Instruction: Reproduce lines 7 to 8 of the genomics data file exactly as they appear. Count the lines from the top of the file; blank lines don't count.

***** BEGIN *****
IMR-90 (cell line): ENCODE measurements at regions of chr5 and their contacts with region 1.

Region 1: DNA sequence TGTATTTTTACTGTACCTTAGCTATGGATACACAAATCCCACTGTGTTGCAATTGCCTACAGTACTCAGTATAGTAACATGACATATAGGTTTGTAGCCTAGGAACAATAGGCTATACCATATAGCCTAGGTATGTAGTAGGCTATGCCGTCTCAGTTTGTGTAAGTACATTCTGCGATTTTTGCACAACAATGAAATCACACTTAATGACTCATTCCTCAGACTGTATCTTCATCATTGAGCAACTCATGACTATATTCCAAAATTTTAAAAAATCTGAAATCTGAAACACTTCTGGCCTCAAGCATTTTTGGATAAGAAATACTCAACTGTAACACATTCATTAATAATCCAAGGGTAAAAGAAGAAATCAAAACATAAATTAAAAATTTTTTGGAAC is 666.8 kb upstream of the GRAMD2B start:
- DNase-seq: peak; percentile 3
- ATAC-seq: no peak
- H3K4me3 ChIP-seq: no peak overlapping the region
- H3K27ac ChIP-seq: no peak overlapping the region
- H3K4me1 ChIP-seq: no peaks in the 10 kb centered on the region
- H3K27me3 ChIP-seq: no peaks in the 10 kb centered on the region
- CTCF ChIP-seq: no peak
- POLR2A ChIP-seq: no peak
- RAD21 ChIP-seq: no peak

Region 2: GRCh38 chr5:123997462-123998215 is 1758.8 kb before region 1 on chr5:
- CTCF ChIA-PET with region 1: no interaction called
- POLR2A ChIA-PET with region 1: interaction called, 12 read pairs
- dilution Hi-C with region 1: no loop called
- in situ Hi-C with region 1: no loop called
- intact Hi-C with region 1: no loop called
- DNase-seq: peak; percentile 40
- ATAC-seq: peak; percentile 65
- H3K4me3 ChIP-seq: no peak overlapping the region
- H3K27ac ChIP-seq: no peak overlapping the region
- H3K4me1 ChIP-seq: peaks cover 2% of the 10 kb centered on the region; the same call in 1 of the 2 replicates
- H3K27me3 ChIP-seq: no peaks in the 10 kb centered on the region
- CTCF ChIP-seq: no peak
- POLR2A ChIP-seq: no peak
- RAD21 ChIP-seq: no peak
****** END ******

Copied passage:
- H3K4me1 ChIP-seq: no peaks in the 10 kb centered on the region
- H3K27me3 ChIP-seq: no peaks in the 10 kb centered on the region